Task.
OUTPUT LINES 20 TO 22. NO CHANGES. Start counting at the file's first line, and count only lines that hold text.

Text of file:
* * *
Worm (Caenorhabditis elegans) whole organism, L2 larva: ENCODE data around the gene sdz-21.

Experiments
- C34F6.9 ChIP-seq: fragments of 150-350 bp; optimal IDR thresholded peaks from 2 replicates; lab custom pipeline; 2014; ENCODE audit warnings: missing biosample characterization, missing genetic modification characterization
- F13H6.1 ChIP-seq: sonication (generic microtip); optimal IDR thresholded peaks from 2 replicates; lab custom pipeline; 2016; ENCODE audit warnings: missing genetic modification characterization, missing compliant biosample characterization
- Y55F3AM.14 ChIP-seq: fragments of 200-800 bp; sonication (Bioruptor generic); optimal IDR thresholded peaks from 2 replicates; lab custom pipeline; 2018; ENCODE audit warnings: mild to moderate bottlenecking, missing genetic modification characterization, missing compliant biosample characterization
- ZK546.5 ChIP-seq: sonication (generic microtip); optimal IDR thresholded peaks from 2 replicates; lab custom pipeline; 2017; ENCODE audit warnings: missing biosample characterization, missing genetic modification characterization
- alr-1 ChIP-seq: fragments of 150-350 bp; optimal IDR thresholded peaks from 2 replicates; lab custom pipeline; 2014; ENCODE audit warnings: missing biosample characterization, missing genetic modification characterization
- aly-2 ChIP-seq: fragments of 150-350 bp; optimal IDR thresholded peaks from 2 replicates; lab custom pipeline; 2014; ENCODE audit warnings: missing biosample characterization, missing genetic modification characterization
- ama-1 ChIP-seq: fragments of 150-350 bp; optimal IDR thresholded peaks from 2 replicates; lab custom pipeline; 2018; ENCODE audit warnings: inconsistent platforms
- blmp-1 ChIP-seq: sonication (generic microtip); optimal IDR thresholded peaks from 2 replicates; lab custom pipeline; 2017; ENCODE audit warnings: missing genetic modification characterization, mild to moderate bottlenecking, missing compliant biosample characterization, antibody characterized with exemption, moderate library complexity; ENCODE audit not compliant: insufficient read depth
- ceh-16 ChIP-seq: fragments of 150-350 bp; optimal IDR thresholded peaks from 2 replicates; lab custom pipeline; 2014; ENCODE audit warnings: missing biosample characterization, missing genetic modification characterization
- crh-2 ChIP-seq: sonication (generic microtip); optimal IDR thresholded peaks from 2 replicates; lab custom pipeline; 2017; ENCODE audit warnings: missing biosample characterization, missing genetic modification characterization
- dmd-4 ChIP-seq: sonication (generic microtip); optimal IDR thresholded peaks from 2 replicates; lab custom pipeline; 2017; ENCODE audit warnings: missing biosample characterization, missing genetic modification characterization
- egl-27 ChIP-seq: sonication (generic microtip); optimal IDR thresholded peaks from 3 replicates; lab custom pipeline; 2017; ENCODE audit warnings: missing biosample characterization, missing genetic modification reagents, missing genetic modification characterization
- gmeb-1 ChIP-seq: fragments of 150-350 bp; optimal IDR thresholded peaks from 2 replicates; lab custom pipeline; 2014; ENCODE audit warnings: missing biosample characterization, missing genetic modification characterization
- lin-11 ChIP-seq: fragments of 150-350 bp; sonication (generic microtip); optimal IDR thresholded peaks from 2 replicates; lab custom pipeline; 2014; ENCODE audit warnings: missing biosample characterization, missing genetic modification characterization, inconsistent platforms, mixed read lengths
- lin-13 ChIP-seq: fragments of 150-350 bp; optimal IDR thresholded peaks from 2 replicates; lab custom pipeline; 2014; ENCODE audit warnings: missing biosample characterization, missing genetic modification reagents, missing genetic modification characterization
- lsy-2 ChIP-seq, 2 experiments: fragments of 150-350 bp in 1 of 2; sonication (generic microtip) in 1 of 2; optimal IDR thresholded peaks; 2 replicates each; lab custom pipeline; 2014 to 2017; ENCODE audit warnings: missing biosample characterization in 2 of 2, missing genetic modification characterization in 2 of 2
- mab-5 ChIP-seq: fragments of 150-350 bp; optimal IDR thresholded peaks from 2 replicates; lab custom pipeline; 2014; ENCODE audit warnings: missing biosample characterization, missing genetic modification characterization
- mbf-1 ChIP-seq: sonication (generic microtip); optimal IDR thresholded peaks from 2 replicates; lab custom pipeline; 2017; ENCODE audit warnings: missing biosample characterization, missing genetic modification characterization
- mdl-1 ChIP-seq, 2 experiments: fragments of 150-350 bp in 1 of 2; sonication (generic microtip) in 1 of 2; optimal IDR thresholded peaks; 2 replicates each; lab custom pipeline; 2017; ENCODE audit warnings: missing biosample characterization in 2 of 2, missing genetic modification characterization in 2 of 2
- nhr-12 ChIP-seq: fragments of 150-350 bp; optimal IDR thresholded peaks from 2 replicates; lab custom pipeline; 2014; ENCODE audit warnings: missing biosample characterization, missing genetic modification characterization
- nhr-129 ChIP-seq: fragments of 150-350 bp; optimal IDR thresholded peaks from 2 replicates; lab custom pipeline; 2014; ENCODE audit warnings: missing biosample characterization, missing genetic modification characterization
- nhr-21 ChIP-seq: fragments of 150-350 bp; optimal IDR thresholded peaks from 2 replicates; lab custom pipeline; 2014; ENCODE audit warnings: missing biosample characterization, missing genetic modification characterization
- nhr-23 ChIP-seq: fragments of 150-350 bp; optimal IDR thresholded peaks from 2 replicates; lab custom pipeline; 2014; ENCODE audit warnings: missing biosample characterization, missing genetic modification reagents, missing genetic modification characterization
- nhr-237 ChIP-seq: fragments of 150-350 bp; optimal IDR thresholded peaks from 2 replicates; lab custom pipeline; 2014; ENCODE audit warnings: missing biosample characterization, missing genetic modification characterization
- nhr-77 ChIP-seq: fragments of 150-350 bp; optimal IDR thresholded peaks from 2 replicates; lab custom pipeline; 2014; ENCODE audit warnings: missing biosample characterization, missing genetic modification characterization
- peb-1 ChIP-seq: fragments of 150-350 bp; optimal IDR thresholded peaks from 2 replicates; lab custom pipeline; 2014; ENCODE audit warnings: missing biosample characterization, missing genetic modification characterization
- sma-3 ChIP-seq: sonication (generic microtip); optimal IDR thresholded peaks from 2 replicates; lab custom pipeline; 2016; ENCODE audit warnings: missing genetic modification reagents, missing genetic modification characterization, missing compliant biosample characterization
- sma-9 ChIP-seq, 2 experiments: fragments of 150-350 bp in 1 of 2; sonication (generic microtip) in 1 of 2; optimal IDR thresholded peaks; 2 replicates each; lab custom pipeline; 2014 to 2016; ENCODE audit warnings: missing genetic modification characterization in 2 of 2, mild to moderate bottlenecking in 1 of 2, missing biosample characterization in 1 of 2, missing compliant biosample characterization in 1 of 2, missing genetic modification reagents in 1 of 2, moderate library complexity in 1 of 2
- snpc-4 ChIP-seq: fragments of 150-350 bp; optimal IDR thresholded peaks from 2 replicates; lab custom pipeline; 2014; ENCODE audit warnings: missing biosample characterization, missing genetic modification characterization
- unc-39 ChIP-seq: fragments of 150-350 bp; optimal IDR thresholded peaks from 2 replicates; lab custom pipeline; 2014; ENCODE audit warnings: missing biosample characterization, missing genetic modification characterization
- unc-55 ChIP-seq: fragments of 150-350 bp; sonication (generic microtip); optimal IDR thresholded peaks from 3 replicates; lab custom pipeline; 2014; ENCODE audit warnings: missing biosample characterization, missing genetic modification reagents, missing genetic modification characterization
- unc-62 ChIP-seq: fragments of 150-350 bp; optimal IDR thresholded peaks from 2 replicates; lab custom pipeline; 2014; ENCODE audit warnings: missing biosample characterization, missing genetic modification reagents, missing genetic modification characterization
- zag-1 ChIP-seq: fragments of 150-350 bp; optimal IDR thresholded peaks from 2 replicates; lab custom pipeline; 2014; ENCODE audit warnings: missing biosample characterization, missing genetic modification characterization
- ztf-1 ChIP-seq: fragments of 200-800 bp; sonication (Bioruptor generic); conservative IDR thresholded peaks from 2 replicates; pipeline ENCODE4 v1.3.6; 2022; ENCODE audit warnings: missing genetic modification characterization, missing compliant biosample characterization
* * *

- mbf-1 ChIP-seq: sonication (generic microtip); optimal IDR thresholded peaks from 2 replicates; lab custom pipeline; 2017; ENCODE audit warnings: missing biosample characterization, missing genetic modification characterization
- mdl-1 ChIP-seq, 2 experiments: fragments of 150-350 bp in 1 of 2; sonication (generic microtip) in 1 of 2; optimal IDR thresholded peaks; 2 replicates each; lab custom pipeline; 2017; ENCODE audit warnings: missing biosample characterization in 2 of 2, missing genetic modification characterization in 2 of 2
- nhr-12 ChIP-seq: fragments of 150-350 bp; optimal IDR thresholded peaks from 2 replicates; lab custom pipeline; 2014; ENCODE audit warnings: missing biosample characterization, missing genetic modification characterization